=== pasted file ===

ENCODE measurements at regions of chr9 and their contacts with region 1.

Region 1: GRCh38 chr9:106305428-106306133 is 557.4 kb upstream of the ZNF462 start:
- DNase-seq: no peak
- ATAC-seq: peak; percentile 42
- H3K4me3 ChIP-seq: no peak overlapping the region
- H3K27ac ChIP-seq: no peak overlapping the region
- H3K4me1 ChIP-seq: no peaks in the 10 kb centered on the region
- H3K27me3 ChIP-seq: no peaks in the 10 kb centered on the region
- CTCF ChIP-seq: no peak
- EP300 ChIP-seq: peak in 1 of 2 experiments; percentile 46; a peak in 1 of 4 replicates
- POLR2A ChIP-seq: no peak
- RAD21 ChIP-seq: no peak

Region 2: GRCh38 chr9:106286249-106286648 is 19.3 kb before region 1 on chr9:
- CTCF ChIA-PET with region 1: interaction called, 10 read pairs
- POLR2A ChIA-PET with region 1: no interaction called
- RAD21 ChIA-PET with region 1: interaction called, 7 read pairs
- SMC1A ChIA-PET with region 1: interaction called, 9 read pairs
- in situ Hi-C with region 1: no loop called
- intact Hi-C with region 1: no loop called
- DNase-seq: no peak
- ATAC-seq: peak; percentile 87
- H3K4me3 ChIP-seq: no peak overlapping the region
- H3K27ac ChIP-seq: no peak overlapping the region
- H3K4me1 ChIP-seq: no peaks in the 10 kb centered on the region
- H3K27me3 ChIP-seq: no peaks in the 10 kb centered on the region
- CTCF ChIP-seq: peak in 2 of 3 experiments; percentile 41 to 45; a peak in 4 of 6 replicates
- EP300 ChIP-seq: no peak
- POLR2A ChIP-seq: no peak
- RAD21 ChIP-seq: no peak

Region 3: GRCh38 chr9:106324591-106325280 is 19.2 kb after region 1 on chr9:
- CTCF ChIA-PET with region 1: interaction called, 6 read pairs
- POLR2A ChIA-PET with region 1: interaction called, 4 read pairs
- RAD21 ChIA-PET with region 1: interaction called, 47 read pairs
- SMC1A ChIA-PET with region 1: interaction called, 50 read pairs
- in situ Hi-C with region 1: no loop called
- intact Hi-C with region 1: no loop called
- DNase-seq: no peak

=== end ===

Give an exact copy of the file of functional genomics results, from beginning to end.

ENCODE measurements at regions of chr9 and their contacts with region 1.

Region 1: GRCh38 chr9:106305428-106306133 is 557.4 kb upstream of the ZNF462 start:
- DNase-seq: no peak
- ATAC-seq: peak; percentile 42
- H3K4me3 ChIP-seq: no peak overlapping the region
- H3K27ac ChIP-seq: no peak overlapping the region
- H3K4me1 ChIP-seq: no peaks in the 10 kb centered on the region
- H3K27me3 ChIP-seq: no peaks in the 10 kb centered on the region
- CTCF ChIP-seq: no peak
- EP300 ChIP-seq: peak in 1 of 2 experiments; percentile 46; a peak in 1 of 4 replicates
- POLR2A ChIP-seq: no peak
- RAD21 ChIP-seq: no peak

Region 2: GRCh38 chr9:106286249-106286648 is 19.3 kb before region 1 on chr9:
- CTCF ChIA-PET with region 1: interaction called, 10 read pairs
- POLR2A ChIA-PET with region 1: no interaction called
- RAD21 ChIA-PET with region 1: interaction called, 7 read pairs
- SMC1A ChIA-PET with region 1: interaction called, 9 read pairs
- in situ Hi-C with region 1: no loop called
- intact Hi-C with region 1: no loop called
- DNase-seq: no peak
- ATAC-seq: peak; percentile 87
- H3K4me3 ChIP-seq: no peak overlapping the region
- H3K27ac ChIP-seq: no peak overlapping the region
- H3K4me1 ChIP-seq: no peaks in the 10 kb centered on the region
- H3K27me3 ChIP-seq: no peaks in the 10 kb centered on the region
- CTCF ChIP-seq: peak in 2 of 3 experiments; percentile 41 to 45; a peak in 4 of 6 replicates
- EP300 ChIP-seq: no peak
- POLR2A ChIP-seq: no peak
- RAD21 ChIP-seq: no peak

Region 3: GRCh38 chr9:106324591-106325280 is 19.2 kb after region 1 on chr9:
- CTCF ChIA-PET with region 1: interaction called, 6 read pairs
- POLR2A ChIA-PET with region 1: interaction called, 4 read pairs
- RAD21 ChIA-PET with region 1: interaction called, 47 read pairs
- SMC1A ChIA-PET with region 1: interaction called, 50 read pairs
- in situ Hi-C with region 1: no loop called
- intact Hi-C with region 1: no loop called
- DNase-seq: no peak